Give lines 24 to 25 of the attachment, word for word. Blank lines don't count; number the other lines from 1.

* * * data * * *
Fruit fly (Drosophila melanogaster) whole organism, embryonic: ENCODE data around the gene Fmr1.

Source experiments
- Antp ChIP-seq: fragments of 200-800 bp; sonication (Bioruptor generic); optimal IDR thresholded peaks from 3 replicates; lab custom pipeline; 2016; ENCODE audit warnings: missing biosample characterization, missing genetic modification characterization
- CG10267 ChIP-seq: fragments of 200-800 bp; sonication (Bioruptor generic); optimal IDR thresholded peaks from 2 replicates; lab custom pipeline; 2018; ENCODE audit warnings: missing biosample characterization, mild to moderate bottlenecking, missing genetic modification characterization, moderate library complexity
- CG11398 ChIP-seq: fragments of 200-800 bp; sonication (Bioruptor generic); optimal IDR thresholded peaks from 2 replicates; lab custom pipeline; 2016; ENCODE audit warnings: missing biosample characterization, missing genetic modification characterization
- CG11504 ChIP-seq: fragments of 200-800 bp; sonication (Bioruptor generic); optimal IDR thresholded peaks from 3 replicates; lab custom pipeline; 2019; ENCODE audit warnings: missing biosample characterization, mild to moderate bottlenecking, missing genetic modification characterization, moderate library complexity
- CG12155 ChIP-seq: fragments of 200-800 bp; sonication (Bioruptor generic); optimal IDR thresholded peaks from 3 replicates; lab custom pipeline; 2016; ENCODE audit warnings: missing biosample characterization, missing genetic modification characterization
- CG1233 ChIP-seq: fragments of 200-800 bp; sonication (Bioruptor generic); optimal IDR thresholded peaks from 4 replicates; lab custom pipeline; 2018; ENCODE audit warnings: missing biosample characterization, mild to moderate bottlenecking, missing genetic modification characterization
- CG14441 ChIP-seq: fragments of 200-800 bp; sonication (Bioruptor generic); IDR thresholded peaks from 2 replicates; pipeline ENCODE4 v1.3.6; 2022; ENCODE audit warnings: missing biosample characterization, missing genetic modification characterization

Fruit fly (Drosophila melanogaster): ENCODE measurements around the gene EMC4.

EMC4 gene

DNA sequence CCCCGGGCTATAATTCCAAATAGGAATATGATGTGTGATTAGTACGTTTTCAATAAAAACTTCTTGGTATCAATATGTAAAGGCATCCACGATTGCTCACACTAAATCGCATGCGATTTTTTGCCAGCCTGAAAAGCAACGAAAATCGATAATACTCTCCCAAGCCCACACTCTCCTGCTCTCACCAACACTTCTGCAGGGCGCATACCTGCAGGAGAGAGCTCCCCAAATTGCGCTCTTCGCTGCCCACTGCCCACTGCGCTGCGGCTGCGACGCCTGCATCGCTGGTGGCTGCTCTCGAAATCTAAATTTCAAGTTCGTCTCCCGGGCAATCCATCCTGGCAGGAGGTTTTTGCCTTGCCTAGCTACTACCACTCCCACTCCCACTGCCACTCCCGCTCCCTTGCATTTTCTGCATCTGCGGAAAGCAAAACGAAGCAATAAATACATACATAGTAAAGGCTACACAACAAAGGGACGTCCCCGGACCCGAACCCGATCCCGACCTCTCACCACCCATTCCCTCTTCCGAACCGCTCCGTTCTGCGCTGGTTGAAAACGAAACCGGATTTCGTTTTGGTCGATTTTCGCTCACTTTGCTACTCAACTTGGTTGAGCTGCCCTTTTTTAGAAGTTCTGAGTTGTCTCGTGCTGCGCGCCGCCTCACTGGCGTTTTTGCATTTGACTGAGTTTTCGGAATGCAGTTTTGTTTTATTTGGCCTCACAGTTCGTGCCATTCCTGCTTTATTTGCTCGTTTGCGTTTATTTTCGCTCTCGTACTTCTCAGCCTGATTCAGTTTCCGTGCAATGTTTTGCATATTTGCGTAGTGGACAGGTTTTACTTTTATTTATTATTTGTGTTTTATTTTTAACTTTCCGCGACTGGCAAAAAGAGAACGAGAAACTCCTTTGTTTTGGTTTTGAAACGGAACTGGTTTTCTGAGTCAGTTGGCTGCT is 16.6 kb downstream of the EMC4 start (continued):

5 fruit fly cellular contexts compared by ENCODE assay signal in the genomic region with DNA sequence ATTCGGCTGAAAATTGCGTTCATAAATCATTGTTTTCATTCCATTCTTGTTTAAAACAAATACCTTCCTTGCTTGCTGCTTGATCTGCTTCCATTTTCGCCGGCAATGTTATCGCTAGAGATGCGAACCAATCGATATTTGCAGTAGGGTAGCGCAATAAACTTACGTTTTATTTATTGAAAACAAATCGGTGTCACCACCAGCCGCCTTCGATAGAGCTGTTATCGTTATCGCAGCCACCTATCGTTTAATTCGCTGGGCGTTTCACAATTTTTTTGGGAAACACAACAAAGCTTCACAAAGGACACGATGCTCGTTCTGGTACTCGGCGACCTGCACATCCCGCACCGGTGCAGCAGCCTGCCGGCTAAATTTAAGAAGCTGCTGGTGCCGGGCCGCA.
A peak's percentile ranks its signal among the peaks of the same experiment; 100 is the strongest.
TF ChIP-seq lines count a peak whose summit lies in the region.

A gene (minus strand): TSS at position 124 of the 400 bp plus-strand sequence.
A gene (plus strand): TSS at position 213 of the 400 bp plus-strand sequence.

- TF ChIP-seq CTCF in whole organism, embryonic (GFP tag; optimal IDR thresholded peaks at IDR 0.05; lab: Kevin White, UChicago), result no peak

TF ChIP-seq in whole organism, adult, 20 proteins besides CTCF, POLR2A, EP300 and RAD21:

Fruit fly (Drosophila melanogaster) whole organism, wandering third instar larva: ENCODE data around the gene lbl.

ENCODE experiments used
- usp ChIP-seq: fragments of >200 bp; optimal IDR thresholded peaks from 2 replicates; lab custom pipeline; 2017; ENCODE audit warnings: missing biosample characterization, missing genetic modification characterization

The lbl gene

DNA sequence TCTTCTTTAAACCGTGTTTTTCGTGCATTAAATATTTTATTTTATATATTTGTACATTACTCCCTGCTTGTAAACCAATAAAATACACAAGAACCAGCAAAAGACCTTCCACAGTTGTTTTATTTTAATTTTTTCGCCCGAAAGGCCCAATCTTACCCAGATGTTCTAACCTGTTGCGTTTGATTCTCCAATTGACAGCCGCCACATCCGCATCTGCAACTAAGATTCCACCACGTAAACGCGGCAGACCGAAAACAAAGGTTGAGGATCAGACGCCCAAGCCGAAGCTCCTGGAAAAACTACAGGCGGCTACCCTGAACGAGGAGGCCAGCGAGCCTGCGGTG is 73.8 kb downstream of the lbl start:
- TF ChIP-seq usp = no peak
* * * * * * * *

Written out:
DNA sequence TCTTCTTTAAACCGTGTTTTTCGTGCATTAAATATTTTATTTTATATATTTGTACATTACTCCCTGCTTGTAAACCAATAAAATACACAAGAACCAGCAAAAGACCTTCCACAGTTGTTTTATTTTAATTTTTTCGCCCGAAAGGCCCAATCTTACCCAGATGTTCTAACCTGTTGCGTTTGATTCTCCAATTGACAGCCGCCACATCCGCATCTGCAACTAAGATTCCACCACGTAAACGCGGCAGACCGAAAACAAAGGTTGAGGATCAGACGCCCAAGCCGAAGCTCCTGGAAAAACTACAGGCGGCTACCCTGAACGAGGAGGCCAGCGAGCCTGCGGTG is 73.8 kb downstream of the lbl start:
- TF ChIP-seq usp = no peak